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Looked after children resources and services

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Introduction to children's social care

This Introduction to... briefing gives a brief overview of Children’s Social Care (CSC) and the relevant legislation and policy framework. It is aimed at people who have little or no experience in this area.

Promoting wellbeing and positive identity for a child or young person who is looked after

Part of Looked after children

A quick guide to help social workers and social care practitioners to support children or young people who are looked after, to promote wellbeing and positive identity. The guide highlights the importance of enabling a strong sense of identity, positive relationships, and an understanding of a child or young person's early experiences. The guide covers trauma and disadvantage, friendships, relationships and wellbeing, and life story work and meaningful caring relationships with trained, skilful practitioners. The content is based on the NICE guideline on 'Looked after children and young people.' The quick guide is available as a pdf and as an interactive web resource.

Mothers who use substances and implications for the care system: Desk-based literature review

Part of Northern Ireland social work and social care

This report reviews what has been identified in literature in relation to mothers who use drugs and alcohol, and any implications for the family support system. Five research database were searched, including Social Care Online, along with specific websites relevant to Northern Ireland. The review examined the implications of not keeping a family together where a mother is using drugs or alcohol; what support needs to be in place; what practical resources support social workers and care workers; and any key lessons and implications for Family Support Hubs. Findings cover: context of mothers' substance use including stigma and repeat removals; impacts on the care system and family members; interventions and approaches; which factors help interventions work well and create an enabling environment; factors to consider when making child protection decisions and assessing risk. Key findings include: there is a dearth of literature about the additional impacts/costs to the care system and there is not enough research evidence to clearly identify which interventions help prevent parents from losing care of their children when substance use is an issue. There is an emerging evidence base for Family Drug and Alcohol Courts (FDACs) and a number of interventions that focus on improving parenting practices and family functioning and which provide comprehensive services likely to work well. In addition, positive approaches or ways of working with women with substance use problems include providing services that are gender-responsive, trauma informed, strengths-based, relationship-based, collaborative and family-centred.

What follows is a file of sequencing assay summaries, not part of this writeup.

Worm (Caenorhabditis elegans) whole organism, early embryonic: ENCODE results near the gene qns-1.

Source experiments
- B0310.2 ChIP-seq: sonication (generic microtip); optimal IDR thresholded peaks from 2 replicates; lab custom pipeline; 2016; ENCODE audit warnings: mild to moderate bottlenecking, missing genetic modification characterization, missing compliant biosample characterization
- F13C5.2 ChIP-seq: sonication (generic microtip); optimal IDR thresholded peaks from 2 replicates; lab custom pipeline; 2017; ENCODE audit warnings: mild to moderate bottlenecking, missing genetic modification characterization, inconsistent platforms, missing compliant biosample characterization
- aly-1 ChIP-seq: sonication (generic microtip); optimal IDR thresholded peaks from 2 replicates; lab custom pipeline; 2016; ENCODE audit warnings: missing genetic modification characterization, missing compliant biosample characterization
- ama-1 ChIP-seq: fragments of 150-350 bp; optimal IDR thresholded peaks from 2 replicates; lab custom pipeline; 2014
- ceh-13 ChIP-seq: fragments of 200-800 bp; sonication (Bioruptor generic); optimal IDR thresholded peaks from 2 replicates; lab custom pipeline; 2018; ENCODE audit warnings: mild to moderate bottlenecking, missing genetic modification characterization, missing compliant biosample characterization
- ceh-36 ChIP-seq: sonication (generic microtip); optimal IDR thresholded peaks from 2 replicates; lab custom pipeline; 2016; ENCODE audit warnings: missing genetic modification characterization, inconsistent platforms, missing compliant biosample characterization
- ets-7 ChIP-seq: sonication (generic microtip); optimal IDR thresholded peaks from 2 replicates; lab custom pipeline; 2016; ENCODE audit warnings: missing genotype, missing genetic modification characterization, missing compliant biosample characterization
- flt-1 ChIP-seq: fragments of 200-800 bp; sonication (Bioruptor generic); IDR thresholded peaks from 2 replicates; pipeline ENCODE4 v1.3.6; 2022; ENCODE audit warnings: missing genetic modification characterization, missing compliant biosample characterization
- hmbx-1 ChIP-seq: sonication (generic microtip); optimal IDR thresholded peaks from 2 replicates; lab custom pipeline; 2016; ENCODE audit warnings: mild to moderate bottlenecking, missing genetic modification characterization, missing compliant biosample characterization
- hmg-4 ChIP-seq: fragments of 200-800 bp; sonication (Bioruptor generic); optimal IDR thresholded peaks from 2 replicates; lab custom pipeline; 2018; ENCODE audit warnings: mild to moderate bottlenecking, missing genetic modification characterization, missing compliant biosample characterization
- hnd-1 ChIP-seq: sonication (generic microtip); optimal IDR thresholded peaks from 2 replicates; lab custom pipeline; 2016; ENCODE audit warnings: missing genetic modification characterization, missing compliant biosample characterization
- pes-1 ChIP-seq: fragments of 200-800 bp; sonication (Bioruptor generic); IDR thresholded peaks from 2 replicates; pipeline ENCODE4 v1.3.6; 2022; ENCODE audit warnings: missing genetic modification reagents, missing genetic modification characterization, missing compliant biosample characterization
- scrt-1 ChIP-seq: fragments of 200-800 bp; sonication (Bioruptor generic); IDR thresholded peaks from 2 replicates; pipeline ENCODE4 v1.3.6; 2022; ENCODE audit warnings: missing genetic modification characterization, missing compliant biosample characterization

Results 1 - 10 of 25

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